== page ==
Descartes, Spinoza, and Leibniz Term Paper

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Benedict Spinoza's work, The Ethics; Treatise on the Emendation of the Intellect, essentially argues that an understanding of knowledge ultimately arises from a metaphysics in which God in nature are deeply intertwined. Spinoza does not see God as simply the all powerful creator of the universe, but also as nature itself. Thus Spinoza argued that God and nature are essentially the same reality that underlies all of the universe. Nature contains an almost infinite number of attributes, including the physical and mental worlds, which were thought not to interact. Nature, in turn is a complete system that also encompasses the acts in thoughts of humans. Humans can only be happy if they understand this system, and their place within nature.

While this discussion clearly illustrates some of the differences between philosophies of Descartes, Spinoza, and Leibniz, these three philosophers are commonly and accurately grouped together as representing the school of thought of Continental rationalism. Each of these philosophers shares the common idea, first espoused by Descartes, that human reason is the ultimate source of knowledge.

Leibniz' principle of sufficient reason can be considered to be one of the most important guiding principles for the Continental rationalists, including Descartes and Spinoza (Solomon). Like Leibniz, Descartes and Spinoza (as well as all other Continental rationalists) argued that "there is a complete, and completely rational, explanation for everything which occurs" (Hauptli), or in other words, "every event in the phenomenal world ... has a causal explanation (Solomon, p. 78).

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Further, all three philosophers argued that way to the truth must begin with self-evident, a priori truths. The philosophers felt that knowledge or truth can be accessed through a deductive process. Notes Hauptli, Continental rationalists like Spinoza, Leibniz, and Descartes "held that it is only via a priori intellectual perceptions that we grasp the fundamental nature of the universe (the notions of substance, essence, etc.)."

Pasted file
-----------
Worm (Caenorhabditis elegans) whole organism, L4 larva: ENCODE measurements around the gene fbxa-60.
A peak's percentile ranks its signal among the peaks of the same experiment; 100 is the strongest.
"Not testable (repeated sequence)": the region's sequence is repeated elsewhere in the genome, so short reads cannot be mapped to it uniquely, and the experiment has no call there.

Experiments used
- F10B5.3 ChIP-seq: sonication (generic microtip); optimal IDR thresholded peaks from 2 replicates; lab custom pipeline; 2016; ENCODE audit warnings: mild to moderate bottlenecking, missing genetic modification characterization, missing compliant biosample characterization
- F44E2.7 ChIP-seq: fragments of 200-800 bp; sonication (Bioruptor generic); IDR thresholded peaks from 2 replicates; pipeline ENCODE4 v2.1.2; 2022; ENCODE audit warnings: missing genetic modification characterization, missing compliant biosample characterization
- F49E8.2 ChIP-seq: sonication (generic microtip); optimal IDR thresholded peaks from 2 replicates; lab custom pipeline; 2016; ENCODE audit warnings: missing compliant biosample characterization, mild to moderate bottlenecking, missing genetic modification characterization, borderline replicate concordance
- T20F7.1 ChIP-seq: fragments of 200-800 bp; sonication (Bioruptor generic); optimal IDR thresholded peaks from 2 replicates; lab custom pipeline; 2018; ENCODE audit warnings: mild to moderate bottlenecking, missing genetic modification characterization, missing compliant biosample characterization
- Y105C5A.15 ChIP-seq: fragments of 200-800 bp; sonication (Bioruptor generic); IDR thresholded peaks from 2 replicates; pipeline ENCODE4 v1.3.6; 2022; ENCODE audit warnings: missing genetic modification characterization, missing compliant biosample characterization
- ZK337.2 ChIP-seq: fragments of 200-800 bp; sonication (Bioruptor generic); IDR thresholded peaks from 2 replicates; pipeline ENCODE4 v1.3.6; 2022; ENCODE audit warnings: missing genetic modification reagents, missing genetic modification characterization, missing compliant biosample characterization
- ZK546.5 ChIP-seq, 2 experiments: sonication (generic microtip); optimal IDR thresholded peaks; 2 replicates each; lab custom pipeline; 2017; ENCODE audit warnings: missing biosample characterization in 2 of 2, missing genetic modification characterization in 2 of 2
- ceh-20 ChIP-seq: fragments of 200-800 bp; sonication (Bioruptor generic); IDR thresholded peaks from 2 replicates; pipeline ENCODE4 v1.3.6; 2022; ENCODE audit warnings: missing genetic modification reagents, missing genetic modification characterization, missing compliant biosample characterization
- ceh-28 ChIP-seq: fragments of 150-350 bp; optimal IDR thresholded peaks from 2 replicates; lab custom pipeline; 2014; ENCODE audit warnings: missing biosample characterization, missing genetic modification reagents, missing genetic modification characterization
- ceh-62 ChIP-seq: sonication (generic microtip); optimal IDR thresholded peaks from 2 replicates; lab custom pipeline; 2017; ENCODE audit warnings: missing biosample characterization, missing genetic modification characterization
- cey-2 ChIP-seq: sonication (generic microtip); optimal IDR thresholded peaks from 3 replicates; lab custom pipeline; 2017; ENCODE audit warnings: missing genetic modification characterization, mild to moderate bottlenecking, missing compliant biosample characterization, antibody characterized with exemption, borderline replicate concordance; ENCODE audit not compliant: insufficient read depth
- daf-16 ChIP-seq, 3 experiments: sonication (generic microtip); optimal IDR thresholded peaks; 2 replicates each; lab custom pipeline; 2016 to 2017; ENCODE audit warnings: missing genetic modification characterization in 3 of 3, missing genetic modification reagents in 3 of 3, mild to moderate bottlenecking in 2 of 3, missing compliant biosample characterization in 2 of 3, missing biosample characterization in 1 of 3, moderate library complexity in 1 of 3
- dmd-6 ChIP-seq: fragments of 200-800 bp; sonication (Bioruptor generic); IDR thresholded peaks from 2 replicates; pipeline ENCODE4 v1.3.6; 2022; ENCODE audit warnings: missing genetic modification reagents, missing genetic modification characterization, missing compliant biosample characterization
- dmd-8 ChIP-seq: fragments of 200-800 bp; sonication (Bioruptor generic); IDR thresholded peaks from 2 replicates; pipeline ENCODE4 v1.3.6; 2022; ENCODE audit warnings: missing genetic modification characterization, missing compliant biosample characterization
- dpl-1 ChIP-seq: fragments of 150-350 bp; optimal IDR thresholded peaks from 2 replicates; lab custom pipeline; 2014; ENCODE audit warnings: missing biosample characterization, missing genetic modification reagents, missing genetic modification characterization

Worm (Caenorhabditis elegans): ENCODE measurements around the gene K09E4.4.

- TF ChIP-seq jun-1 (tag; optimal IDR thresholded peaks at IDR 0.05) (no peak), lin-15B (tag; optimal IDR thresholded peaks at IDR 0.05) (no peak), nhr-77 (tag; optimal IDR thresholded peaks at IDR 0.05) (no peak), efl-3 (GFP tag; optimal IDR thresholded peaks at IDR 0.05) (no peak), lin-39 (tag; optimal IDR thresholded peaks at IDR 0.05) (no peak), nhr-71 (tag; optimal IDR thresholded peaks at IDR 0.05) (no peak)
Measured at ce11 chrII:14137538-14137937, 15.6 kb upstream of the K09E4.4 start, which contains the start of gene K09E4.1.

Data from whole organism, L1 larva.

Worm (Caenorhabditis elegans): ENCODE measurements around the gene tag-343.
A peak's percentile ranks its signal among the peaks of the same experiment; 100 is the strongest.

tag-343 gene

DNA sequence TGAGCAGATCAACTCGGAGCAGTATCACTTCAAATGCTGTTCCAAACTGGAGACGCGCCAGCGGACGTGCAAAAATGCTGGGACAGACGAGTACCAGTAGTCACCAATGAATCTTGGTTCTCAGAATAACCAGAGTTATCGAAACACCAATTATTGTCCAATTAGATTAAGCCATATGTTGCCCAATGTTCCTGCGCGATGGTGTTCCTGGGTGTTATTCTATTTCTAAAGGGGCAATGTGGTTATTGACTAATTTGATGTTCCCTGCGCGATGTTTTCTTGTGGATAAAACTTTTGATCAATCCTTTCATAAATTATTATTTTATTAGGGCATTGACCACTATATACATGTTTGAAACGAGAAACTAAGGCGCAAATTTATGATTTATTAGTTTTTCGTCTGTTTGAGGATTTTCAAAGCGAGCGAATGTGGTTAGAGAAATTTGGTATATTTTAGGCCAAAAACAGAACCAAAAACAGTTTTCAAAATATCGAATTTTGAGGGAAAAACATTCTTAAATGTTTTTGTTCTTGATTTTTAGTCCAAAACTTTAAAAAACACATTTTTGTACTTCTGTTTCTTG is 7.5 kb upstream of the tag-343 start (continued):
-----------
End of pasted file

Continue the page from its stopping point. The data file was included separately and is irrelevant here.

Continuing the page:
Innate Ideas and Rationalism

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A belief in innate principles or ideas is one of the key features out of continental rationalism. These ideas are seen as " certain, self-evident, and necessarily true" (Hauptli), and can include ideas such as "What is, is" and "It is impossible for the same thing to be, and not to be" (Hauptli).

Descartes, Spinoza, and Leibniz, despite differences in some of their ideas, all shared a common belief in "innate ideas." Perhaps one of the best examples of this is their shared belief in the idea of a deity.

This innate idea of a deity can be seen with the arguments of Descartes, Spinoza, and Leibniz. Descartes concludes that he could not exist, if God himself did not exist. For Descartes, God is a necessary being, making it essentially impossible for God not to exist. Similarly, Spinoza's philosophical thought was also closely based upon the innate principle of deity. For Spinoza, as noted earlier, this deity was an entity that encompass to both the idea of God and nature. For Spinoza, God and nature were one entity. Spinoza, like Descartes, essentially argued that all human knowledge came from God. Similarly, Leibniz saw a deity as an "innate idea." Leibniz' God was perfect and wise, and all of humankind's knowledge came from God.


In conclusion, Descartes, Spinoza, and Leibniz shared a commonality of philosophical thought that accurately paints them as three of the main figures of Continental rationalism. Although the three philosophers differed in many of their ideas, they all held true to the main beliefs that characterized the philosophy of Continental rationalism. Descartes, Spinoza, and Leibniz all argued that reason was the ultimate source of knowledge, that all events could be understood in the context of the principle of sufficient reason, and that knowledge must come from self-evident, a priori truths. Taken together, these three philosophers helped to formulate a philosophy of metaphysics that had a long-lasting and profound impact upon Western civilization.

Works Cited

Descartes, Rene. Descartes: Meditations on First Philosophy. Prentice Hall, 1960.

Hauptli, Bruce W. Continental Rationalism Characterized. Florida International University,

2003. 08 November 2004.

Liebniz, Gottfried Wilhelm. Discourse on Metaphysics and the Monadology. Prometheus Books, 1992.

Solomon, Robert C. Continental Philosophy Since 1750: The Rise and Fall of the Self (History

of Western Philosophy, No 7). Oxford University Press, 1988.

Spinoza, Benedictus De. The Ethics; Treatise on the Emendation of the Intellect; Selected

Letters. Hackett Publishing Company, 1991.

Stanford Encyclopedia of Philosophy. Rationalism vs. Empiricism. 08 November 2004.

The Internet Encyclopedia of Philosophy.… [END OF PREVIEW] . . . READ MORE

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